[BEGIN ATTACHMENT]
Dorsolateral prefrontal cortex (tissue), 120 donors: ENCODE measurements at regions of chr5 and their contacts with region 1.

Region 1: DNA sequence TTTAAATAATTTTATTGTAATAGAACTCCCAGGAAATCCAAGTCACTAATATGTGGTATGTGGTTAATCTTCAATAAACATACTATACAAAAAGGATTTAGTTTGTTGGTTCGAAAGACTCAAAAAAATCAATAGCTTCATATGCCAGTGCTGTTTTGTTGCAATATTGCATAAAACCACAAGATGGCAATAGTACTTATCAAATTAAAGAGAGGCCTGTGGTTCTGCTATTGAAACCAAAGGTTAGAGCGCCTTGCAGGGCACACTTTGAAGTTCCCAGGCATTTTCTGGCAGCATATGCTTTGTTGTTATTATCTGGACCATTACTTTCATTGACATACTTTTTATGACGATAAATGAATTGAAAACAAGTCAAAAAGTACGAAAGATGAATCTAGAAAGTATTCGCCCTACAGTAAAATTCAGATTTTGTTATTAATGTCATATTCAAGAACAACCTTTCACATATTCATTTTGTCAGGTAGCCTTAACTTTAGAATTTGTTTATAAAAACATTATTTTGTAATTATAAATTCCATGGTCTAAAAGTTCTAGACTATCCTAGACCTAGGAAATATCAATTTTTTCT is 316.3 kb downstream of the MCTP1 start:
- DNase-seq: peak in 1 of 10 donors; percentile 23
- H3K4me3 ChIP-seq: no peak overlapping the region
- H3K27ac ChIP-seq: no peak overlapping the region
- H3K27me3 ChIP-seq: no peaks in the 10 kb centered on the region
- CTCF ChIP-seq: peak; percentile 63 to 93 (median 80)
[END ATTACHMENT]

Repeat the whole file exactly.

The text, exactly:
Dorsolateral prefrontal cortex (tissue), 120 donors: ENCODE measurements at regions of chr5 and their contacts with region 1.

Region 1: DNA sequence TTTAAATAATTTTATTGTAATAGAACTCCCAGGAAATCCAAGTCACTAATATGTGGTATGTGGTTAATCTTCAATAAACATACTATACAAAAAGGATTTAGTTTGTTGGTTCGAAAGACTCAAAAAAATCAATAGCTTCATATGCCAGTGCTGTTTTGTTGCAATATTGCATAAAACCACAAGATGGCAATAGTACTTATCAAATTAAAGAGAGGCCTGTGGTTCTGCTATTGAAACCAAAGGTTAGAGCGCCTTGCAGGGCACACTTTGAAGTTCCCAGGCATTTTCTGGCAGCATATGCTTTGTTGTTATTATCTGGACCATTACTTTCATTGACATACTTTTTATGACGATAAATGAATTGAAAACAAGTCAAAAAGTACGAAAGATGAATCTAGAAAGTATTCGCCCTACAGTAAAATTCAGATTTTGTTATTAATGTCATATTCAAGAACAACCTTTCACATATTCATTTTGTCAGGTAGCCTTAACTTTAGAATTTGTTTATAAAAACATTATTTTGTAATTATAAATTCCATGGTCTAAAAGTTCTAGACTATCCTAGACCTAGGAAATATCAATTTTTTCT is 316.3 kb downstream of the MCTP1 start:
- DNase-seq: peak in 1 of 10 donors; percentile 23
- H3K4me3 ChIP-seq: no peak overlapping the region
- H3K27ac ChIP-seq: no peak overlapping the region
- H3K27me3 ChIP-seq: no peaks in the 10 kb centered on the region
- CTCF ChIP-seq: peak; percentile 63 to 93 (median 80)